Advertisement

An Incremental formulation for the linear analysis of viscoelastic beams: Relaxation differential approach using generalized variables

  • Claude Chazal
  • Rostand Mouto Pitti
  • Alaa Chateauneuf
Conference paper
Part of the Conference Proceedings of the Society for Experimental Mechanics Series book series (CPSEMS)

Abstract

This paper is concerned with the development of a new incremental formulation in the time domain for linear, non-aging viscoelastic materials undergoing mechanical deformation. The formulation is derived from linear differential equations based on a discrete spectrum representation for the relaxation function. The incremental constitutive equations are then obtained by finite difference integration. Thus the difficulty of retaining the stress history in computer solutions is avoided. The influence of the whole past history on the behaviour at any time is given by a pseudo second order tensor. A complete general formulation of linear viscoelastic stress analysis is developed in terms of increments of midsurface strains and curvatures and corresponding stress resultants. The generality allowed by this approach has been established by finding incremental formulation through simple choices of the tensor relaxation components. This approach appears to open a wide horizon (to explore) of new incremental formulations according to particular relaxation components. Remarkable incremental constitutive laws, for which the above technique is applied, are given. This formulation is introduced in a finite element discretization in order to resolve complex boundary viscoelastic problems.

Keywords

Incremental formulation Viscoelasticity Discrete relaxation function Generalized variables 

Preview

Unable to display preview. Download preview PDF.

Unable to display preview. Download preview PDF.

References

  1. 1.
    1- Bozza A. and Gentili G. (1995) Inversion and Quasi-Static Problems in Linear Viscoelasticity. Meccanica 30:321–335MathSciNetMATHCrossRefGoogle Scholar
  2. 2.
    2- Aleksey D. Drozdov and AlDorfmann (2004) A Constitutive Model in Finite Viscoelasticity of Particle-reinforced Rubbers. Meccanica 39:245–270MATHCrossRefGoogle Scholar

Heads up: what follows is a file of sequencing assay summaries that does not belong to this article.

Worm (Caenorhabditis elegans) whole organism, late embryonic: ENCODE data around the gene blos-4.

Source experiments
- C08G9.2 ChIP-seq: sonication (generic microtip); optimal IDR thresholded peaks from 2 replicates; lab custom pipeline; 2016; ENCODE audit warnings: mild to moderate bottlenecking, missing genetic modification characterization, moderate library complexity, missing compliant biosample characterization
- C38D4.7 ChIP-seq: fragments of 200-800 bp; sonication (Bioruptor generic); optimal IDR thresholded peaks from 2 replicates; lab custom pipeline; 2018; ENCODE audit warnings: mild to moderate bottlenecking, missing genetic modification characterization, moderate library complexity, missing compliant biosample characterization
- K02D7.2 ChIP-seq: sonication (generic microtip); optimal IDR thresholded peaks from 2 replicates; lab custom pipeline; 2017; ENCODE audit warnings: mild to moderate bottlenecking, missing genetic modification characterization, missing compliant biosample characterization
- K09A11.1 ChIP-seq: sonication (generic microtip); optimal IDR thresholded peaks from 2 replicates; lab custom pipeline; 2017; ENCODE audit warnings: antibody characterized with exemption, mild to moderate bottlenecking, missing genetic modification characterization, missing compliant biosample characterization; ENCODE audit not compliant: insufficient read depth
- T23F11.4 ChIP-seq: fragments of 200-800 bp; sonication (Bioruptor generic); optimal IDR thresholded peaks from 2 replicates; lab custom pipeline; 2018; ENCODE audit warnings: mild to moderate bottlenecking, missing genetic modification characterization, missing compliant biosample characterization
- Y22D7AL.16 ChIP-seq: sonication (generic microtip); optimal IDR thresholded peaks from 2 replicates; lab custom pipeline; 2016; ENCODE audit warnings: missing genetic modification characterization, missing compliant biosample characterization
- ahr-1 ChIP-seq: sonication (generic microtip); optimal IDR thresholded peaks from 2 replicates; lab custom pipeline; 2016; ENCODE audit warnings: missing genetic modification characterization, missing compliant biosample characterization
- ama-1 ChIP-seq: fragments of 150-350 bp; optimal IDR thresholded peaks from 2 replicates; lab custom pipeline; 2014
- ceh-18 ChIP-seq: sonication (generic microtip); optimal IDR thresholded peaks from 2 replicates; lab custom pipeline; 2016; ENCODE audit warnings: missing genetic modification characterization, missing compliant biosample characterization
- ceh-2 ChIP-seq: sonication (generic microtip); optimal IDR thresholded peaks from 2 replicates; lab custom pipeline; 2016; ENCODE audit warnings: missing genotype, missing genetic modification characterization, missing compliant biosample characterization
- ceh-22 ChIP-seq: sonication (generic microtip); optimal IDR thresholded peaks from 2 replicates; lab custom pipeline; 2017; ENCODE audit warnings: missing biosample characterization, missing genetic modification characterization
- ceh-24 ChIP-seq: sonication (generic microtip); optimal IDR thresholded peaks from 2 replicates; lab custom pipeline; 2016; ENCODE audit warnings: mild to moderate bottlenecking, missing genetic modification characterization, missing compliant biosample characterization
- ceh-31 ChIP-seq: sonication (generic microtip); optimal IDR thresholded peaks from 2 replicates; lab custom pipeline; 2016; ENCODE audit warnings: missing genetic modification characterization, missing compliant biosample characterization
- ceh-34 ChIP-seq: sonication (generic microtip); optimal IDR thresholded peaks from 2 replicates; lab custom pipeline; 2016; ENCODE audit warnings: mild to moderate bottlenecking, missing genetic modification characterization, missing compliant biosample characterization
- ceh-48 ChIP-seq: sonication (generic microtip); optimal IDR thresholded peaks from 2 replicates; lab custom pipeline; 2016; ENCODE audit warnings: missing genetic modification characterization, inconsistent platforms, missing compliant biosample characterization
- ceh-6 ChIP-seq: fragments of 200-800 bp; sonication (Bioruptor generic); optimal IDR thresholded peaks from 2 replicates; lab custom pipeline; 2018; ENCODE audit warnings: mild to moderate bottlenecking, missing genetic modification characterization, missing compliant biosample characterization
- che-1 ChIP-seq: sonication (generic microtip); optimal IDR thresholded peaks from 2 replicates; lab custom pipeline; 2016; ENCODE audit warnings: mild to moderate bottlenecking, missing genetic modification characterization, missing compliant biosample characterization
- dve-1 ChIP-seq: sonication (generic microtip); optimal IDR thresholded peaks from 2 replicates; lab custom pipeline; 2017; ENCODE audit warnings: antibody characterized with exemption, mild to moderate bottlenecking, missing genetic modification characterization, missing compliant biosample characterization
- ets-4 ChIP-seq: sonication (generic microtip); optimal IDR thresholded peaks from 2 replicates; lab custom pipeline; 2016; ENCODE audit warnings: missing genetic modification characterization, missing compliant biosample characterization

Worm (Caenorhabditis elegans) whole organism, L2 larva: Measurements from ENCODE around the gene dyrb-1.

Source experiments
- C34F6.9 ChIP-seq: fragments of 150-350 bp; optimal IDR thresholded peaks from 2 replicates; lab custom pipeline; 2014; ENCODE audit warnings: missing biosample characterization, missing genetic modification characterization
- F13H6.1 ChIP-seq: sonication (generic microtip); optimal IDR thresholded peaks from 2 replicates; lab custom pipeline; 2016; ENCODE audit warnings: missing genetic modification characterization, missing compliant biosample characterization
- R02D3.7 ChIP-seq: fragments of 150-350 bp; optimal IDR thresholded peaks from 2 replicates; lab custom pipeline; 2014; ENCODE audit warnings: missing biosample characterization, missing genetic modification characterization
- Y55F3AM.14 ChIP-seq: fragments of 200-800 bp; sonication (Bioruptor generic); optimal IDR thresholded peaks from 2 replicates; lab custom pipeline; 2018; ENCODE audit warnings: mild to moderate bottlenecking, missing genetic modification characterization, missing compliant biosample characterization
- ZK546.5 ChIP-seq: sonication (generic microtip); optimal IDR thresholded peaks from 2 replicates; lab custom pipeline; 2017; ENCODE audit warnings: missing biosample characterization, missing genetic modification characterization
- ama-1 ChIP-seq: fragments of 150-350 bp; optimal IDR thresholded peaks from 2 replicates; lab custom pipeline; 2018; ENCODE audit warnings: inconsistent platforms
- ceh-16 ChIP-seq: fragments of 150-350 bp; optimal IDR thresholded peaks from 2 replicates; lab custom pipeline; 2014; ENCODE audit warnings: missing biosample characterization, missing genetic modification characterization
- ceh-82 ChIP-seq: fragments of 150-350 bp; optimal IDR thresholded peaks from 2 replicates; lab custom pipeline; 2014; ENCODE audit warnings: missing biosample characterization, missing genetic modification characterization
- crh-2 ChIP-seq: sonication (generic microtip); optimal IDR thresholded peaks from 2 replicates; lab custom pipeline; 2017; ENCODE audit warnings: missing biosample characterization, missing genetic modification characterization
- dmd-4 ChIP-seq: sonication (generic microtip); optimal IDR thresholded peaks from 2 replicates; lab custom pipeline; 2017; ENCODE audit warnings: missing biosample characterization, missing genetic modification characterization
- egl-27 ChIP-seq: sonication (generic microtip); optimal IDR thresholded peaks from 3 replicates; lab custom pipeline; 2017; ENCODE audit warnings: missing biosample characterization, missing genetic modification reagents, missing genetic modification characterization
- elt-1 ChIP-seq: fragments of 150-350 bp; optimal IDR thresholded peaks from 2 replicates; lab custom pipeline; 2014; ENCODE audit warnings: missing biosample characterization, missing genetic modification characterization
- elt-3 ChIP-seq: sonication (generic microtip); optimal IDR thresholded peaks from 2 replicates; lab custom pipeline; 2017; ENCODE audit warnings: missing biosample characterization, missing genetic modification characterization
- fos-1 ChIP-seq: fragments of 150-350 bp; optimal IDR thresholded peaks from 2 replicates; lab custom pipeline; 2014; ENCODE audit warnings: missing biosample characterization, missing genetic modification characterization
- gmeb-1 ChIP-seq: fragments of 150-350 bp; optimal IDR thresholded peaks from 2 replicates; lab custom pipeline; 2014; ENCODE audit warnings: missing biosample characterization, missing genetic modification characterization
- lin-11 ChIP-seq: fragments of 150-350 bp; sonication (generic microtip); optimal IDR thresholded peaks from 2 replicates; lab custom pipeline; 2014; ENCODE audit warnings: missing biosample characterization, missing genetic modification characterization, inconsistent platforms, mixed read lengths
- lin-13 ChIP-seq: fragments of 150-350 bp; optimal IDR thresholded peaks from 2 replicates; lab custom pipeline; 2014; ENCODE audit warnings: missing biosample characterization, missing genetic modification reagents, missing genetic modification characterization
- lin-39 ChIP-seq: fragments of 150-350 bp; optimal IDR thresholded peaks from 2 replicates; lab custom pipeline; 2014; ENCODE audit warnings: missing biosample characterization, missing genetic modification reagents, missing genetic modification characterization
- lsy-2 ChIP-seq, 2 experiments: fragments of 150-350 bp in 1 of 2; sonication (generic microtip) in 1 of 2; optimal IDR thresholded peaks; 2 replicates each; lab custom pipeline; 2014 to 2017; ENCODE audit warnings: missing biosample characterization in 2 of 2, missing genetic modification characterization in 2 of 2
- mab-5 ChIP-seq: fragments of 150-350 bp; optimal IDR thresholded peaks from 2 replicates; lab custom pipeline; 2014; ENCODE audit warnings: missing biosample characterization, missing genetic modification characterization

3. 3.
    Kim K.S, Sung LEE H (2007) An incremental formulation for the prediction of two-dimensional fatigue crack growth with curved paths. Int J Num Methods Eng 72:697–721MATHCrossRefGoogle Scholar
  4. 4.
    Theocaris P.S (1964) Creep and relaxation contraction ratio of linear viscoelastic materials. J Mech Physics Solids 12:125–138CrossRefGoogle Scholar
  5. 5.
    Chazal C, Moutou Pitti R (2009) An incremental constitutive law for ageing viscoelastic materials: a three dimensional approach. C. R. Mecanique 337:30–33MATHCrossRefGoogle Scholar
  6. 6.
    Mouto Pitti R, Chazal C, Labesse F, Lapusta Y (2011) A generalization of Mv integral toGoogle Scholar
  7. 7.
    axisymmetric problems for viscoelastic materials, accepted for publication in Acta Mechanica, DOI10.1007/s00707-011-0460-8 Google Scholar
  8. 8.
    Moutou Pitti R, Chateauneuf A, Chazal C (2010) Fiabilité des structures en béton précontraint avec prise en compte du comportement viscoélastique Fiabilité des Matériaux et des Structures, 6èmes Journées Nationales de Fiabilité Toulouse, FranceGoogle Scholar
  9. 9.
    Krempl E, (1979) An experimental study of uniaxial room-temperature rate-sensitivity, creep and relaxation of AISI type 304 stainless steel. J Mech Physics Solids 27:363–375.CrossRefGoogle Scholar
  10. 10.
    Kujawski D, Kallianpur V, Krempl E (1980) An experimental study of uniaxial creep, cyclic Creep and relaxation of AISI type 304 stainless steel at room temperature. J Mech Physics Solids 28:129–148.CrossRefGoogle Scholar
  11. 11.
    Godunov S.K, Denisenko V.V, Kozin N.S, Kuzmina N.K (1975) Use of relaxation viscoelastic model in calculating uniaxial homogeneous strains and refining the interpolation equations for maxwellian viscosity. J Appl Mech Tech Physics 16:811–814.CrossRefGoogle Scholar
  12. 12.
    Duffrène L, Gy R, Burlet H, Piques R, Faivre A, Sekkat A, Perez J (1997) Generalized Maxwell model for the viscoelastic behavior of a soda-lime-silica glass under low frequency shear loading. Rheologica Acta, 36:173–186.CrossRefGoogle Scholar
  13. 13.
    Boltzmann L (1878) Zur Theorie der elastischen Nachwirkung Sitzungsber, Mat Naturwiss. Kl. Kaiser. Akad. Wiss 70, 275.Google Scholar
  14. 14.
    Christensen R.M (1971) Theory of Viscoelasticity: an Introduction. Academic Press, New York. ISBN 0-12-174250-4Google Scholar
  15. 15.
    Mandel J (1978) Dissipativité normale et variables caches. Mech Res Commun 5:225–229.MathSciNetMATHCrossRefGoogle Scholar
  16. 16.
    Salençon J (1983) Viscoélasticité. Presse de l’école nationale des ponts et chaussées, Paris.Google Scholar
  17. 17.
    Chazal C, Dubois F (2001) A new incremental formulation in the time domain of crack initiation in an orthotropic linearly viscoelastic solid. Mech Time-Depend Mater 5:229–253.CrossRefGoogle Scholar
  18. 18.
    Andreas Jäger, Roman Lackner et al. (2007) Identification of viscoelastic properties by means of nanoindentation taking the real tip geometry into account. Meccanica 42:293–306MATHCrossRefGoogle Scholar
  19. 19.
    18- Herbert W. Müllner, Andreas Jäger et al. (2008) Experimental identification of viscoelastic properties of rubber compounds by means of torsional rhemetry. Meccanica 43:327–337MATHCrossRefGoogle Scholar

Copyright information

© The Society for Experimental Mechanics, Inc. 2011

Authors and Affiliations

  • Claude Chazal
    • 1
  • Rostand Mouto Pitti
    • 2
  • Alaa Chateauneuf
    • 2
  1. 1.Heterogeneous Material Research Group, Civil Engineering and Durability TeamLimoges UniversityEgletonsFrance
  2. 2.Laboratoire de Mécanique et IngénieriesClermont Université, Université Blaise PascalClermont FerrandFrance

Personalised recommendations